The Centre for Research on Globalization said in its report, published on September 30 that, “Since 2010, the US has ‘shot’ off three subcritical tests and has plans in late 2012 for ‘Pollux,’ a ‘first-of-a-kind demonstration’ combining a ‘scaled subcritical experiment’ with plutonium-239.”
It continued to read that “[w]hat we’re seeing in real-time in September 2012 is a replay of 1998,” in reference to the US tests that triggered the Russian tests during the same time period.
The Soviet Union conducted 715 nuclear bomb tests between 1949 and 1990, the last occurring on Novaya Zemlya. Of those tests, 215 were detonated in the atmosphere between 1949 and 1962, with the remaining 500 being detonated from 1963 in underground bunkers.
Testing Russia’s aging stockpile – is something bigger on the way?
During the Soviet era, plutonium in warheads was replaced at least every 10 years, but the process was expensive and cumbersome.
Given the age of the Russian stockpile, the Rosatom source that spoke to Nezavisimaya Gazeta could be entirely correct in suggesting the supposed subcritical tests are merely an effort to determine what warheads should be scrapped.
But Bellona’s Kudrik remained concerned that Russia’s resumption of subcritical testing “suggests that they are preparing for something bigger.”
He said Bellona would continue to monitor the situation.
Subcritical tests in a radioactive graveyard
This monitoring is especially important given the catalogue of enormous finds of nuclear waste and spent nuclear fuel – from 2000 containers of radioactive waste, to old and damaged submarine reactors to an entire nuclear submarine – that were sunk in the shallows surrounding Novaya Zemlya for decades by Soviet, then Russia authorities.
A recently returned joint Russian-Norwegian expedition – the first of its kind in 18 years – has indicated that the K-27 nuclear submarine, which was scuttled by the Navy as waste in 50 meters of water in Novaya Zemlya’s Stepovogo Bay, should be researched for lifting and safe storage of its damaged reactors to avoid a possible nuclear chain reaction and explosion.
The sub, which suffered a radiation emergency that killed nine sailors in 1968, was dumped in Stepovogo Bay by the Russian Navy in 1981.
Preliminary reports from the Norwegian Radiation Protection Authority (NRPA) have said that contamination surrounding the vessel, which has two liquid metal cooled reactors stuffed with spent nuclear fuel on board, has not increased since it was last inspected in 1993 and again in 2000.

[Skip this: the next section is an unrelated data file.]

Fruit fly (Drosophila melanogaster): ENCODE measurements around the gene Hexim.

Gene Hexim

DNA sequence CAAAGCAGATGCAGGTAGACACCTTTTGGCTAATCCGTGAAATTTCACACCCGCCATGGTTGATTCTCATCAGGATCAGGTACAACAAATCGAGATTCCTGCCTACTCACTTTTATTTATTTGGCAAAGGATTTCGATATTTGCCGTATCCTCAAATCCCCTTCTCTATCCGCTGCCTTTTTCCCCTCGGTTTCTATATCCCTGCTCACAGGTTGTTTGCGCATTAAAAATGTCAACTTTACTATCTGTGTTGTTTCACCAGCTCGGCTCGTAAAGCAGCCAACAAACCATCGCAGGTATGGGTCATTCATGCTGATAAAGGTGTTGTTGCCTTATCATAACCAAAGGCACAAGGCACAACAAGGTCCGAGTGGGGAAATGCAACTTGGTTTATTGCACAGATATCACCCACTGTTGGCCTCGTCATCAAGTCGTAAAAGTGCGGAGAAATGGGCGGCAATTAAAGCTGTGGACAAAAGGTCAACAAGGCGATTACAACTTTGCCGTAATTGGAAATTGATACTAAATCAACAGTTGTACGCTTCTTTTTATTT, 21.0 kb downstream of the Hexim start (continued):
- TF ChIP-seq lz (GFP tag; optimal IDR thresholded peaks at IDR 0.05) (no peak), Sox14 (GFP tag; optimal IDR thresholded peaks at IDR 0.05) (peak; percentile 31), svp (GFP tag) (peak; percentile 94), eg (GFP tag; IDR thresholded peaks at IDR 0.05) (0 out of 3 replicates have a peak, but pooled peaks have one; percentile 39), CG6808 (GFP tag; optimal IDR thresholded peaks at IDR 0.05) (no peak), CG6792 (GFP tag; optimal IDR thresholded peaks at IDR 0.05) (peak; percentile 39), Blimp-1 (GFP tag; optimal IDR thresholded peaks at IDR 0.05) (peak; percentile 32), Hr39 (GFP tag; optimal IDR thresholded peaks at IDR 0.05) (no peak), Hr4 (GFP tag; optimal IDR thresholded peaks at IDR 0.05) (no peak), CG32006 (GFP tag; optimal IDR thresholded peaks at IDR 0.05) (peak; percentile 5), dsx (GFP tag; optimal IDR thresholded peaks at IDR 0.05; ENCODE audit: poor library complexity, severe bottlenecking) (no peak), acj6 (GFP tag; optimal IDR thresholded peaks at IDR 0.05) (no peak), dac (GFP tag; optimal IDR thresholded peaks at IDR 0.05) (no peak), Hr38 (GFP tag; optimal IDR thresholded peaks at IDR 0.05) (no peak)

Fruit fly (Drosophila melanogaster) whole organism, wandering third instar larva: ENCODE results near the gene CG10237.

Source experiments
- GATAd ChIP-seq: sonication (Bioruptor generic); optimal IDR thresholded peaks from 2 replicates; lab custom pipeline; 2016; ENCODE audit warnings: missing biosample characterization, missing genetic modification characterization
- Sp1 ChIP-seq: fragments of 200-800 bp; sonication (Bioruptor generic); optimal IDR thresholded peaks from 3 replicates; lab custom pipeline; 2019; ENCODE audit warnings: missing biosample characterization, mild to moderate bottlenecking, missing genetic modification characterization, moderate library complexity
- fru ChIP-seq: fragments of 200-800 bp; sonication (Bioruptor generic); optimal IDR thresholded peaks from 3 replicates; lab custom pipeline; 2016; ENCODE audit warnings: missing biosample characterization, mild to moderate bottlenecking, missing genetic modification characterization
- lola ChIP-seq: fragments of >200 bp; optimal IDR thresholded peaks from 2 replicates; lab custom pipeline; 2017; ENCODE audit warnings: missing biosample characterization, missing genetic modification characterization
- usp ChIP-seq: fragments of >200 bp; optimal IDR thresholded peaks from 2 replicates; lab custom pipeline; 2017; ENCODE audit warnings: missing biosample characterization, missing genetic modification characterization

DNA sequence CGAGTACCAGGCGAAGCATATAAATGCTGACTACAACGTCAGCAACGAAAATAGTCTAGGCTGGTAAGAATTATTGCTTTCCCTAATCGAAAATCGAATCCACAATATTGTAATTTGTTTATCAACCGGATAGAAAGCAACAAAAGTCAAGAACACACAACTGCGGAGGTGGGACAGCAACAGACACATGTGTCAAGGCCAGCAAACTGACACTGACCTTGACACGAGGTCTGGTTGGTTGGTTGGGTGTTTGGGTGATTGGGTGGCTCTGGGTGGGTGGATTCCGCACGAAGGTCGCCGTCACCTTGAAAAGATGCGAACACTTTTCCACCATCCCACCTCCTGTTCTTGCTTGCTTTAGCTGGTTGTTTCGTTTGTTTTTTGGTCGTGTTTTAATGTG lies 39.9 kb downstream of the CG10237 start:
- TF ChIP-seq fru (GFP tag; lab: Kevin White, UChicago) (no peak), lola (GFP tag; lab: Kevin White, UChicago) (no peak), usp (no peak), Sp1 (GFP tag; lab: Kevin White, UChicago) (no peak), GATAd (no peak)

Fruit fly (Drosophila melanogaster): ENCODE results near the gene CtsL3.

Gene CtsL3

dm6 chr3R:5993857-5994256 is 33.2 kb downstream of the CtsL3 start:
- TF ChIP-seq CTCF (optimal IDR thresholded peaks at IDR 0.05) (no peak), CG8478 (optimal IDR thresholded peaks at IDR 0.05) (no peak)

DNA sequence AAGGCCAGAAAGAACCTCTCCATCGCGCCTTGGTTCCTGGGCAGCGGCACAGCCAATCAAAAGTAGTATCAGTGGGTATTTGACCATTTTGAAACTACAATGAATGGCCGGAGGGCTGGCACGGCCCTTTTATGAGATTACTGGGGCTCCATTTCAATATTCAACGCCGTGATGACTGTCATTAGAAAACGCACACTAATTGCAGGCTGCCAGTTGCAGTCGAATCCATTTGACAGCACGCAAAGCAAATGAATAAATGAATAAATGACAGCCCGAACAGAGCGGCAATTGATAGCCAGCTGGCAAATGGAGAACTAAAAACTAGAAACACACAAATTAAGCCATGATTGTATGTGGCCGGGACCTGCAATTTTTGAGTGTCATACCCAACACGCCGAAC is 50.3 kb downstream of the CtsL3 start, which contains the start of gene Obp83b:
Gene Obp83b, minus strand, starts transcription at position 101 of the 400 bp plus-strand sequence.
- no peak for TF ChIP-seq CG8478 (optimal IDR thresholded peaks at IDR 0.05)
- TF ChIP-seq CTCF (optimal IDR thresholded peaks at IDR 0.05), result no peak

But the NRPA has emphasized the importance of conducting environmental impact studies as soon as possible to determine the feasibility of lifting the sub.
The supposed plans to conduct subcritical nuclear testing on Novaya Zemlya would do nothing to ease the radiation woes in the region of the Kara and Barents Seas, suggested Kudrik.
Oil exploration concerns
The possible nuclear tests and the sunken radioactive waste in the region are a concern for oil majors, including Norway’s Statoil, who are participating in the Arctic oil gold rush. Some one-quarter of the world’s undiscovered oil resources are believed to lie in the Arctic.
Statoil in May inked a deal with Russian state oil monopoly Rosneft to explore the Barents Sea region west of Novaya Zemlya. Statoil has said it plans to drill nine exploration wells in the Arctic by next year, according to the E42 Norwegian-language news agency.
Statoil spokesman Bård Petersen did not immediately respond to text messages from Bellona as to whether the apparent plans for subcritical tests on Novaya Zemlya would alter its exploration plans with Rosneft.
While emphasizing that the financial responsibility for cleaning up the radioactive dump in Arctic seas lies with the Russian government, Bellona’s Kudrik suggested late last month that big oil should assist in accelerating the process by lending its offshore expertise.
“Oil companies should make sure that the area is swiped clean of nuclear waste before they start any oil exploration activity,” said Kudrik. “In the worst-case scenario – that is, an uncontrolled chain reaction in the reactors of K-27 – radiation will spread in the Kara Sea and create major difficulties for any industrial activity.”